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Defeated presidential candidate cuts all party ties

September 11, 2012

Having lost and failed to overturn the results of July’s presidential election, Andres Manuel Lopez Obrador has announced his withdrawal from Mexico’s leftist coalition.

Addressing tens of thousands of supporters in Mexico City’s Zocalo on Sunday, the veteran politician said he was leaving the Party of the Democratic Revolution (PRD), Labor Party (PT) and Citizen’s Movement in order to focus on transforming Mexico through his National Regeneration Movement (Morena).

“This isn’t a rupture, I leave on the best of terms” Lopez Obrador said. “I have separated from the parties that form the Progressive Movement, but I must express my deep gratitude to all party leaders and supporters.”

Lopez Obrador is widely expected to turn Morena into a political party later this year. He built the social movement while touring every municipality in the country following his narrow defeat to Felipe Calderon in the 2006 election.

The future of Morena will be decided at a national conference attended by 125,000 members on November 19 and 20. The movement claims some four million members from 2,500 municipalities in 66,740 electoral districts.

“With Morena we will defend those who suffer injustice, protect the weak and care for our national heritage,” Lopez Obrador promised on Sunday.

Although he has amassed great national support, Lopez Obrador remains a divisive personality weighed down with political baggage. He refuses to recognize the victory of Enrique Peña Nieto, but the PRD, now  the second biggest force in Congress, must accept that it is irreversible, move on and concentrate on its legislative agenda.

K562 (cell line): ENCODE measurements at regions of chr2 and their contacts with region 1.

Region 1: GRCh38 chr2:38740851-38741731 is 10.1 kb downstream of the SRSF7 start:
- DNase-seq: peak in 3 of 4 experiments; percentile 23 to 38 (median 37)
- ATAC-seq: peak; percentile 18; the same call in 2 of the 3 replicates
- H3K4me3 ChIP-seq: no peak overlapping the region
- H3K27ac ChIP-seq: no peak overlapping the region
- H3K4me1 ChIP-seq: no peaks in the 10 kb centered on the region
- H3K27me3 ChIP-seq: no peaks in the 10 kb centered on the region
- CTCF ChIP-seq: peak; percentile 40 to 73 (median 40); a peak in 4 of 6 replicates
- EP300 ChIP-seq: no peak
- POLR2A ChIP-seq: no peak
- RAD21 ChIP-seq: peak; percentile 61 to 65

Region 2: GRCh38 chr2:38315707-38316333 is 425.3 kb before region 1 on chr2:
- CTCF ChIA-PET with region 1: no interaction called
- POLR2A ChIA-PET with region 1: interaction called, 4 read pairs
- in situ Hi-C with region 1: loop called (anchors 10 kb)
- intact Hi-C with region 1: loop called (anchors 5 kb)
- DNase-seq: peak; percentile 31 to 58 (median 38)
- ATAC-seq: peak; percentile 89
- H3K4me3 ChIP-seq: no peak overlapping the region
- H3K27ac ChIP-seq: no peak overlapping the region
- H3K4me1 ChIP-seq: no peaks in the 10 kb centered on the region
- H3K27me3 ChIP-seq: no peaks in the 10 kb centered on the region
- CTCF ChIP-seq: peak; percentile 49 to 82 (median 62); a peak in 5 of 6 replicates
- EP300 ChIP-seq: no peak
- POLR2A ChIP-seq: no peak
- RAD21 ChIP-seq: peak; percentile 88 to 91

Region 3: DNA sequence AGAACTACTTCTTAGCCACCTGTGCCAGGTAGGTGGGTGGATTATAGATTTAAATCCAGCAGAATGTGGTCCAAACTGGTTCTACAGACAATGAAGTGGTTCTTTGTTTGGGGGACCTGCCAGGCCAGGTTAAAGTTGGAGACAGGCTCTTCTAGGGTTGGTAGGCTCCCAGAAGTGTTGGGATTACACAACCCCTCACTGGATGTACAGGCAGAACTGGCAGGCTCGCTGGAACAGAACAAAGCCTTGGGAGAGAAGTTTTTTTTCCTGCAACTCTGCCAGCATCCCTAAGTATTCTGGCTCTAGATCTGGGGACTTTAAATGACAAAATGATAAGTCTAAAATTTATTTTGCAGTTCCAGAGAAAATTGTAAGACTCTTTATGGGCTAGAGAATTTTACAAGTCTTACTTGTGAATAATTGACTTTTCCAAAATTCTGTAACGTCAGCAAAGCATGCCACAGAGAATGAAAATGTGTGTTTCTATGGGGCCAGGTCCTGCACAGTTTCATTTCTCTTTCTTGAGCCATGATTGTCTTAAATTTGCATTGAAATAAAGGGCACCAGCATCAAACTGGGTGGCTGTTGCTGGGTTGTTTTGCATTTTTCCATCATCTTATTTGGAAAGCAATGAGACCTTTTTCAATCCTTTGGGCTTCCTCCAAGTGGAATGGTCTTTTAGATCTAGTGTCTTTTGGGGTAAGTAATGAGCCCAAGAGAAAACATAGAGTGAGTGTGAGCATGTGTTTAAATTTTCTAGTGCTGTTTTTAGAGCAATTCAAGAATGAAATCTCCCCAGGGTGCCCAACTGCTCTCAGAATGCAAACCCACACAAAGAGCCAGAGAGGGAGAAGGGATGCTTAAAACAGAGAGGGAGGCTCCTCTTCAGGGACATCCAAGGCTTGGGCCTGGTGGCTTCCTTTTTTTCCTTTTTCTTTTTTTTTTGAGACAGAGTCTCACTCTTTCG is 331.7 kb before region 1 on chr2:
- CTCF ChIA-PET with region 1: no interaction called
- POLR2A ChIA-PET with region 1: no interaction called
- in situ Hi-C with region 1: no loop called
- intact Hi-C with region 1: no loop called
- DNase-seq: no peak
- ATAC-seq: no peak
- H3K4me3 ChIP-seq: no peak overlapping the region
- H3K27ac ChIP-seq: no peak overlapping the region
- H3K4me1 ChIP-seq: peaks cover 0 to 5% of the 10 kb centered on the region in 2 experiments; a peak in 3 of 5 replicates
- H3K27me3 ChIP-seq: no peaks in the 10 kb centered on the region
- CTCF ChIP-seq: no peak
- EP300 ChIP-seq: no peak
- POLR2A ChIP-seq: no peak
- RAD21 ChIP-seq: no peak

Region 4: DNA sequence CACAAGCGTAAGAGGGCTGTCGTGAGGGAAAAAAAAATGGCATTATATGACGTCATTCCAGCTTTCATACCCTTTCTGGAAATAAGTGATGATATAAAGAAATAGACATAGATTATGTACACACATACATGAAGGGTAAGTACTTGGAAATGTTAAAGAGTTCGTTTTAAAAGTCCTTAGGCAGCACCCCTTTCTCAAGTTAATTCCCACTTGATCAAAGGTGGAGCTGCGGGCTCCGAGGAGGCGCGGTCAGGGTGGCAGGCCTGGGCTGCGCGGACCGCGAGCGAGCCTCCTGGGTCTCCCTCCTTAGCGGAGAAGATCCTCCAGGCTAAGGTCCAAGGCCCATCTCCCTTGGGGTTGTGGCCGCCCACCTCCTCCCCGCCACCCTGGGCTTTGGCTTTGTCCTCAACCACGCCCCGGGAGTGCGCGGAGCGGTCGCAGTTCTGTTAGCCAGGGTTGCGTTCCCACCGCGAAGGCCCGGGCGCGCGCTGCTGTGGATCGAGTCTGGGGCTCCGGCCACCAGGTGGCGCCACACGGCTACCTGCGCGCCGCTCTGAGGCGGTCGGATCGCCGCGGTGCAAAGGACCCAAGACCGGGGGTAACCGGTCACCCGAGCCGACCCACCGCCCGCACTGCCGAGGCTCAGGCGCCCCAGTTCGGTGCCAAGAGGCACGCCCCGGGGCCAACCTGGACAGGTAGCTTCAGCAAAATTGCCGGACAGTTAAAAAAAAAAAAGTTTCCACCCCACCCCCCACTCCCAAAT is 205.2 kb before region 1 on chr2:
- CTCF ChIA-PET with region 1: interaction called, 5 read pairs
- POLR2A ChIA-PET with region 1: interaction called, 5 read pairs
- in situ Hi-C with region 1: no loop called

Lopez Obrador’s departure may enable the Mexican left to move forward with a clean slate under Marcelo Ebrard, who has already succeeded him once as mayor of Mexico City. Ebrard described his former mentor’s transformation of Morena into a political party as a “logical and predictable” move on Tuesday, but warned that the left must maintain unity.

“The worst thing we can do is go into the [2018] elections as every man for himself,” Ebrard said. While Lopez Obrador will enjoy greater political freedom having split with the PRD, if he were to run for president again as a Morena candidate he would risk splitting the leftist vote and condemning both himself and Ebrard to failure.

At a press conference on Monday, Lopez Obrador’s regional ally Enrique Alfaro ruled out joining Morena, affirming that his “political path is with the Citizen’s Movement.”

Alfaro insisted he had not split with Lopez Obrador and plans to meet with him next week. The former mayor of Tlajomulco reserved his criticism for the PRD, with whom he also cut his ties earlier this year.

“The PRD does not meet the conditions to form the backbone of the project we are talking about,” said Alfaro, who missed out on the Jalisco governorship in the July 1 election.

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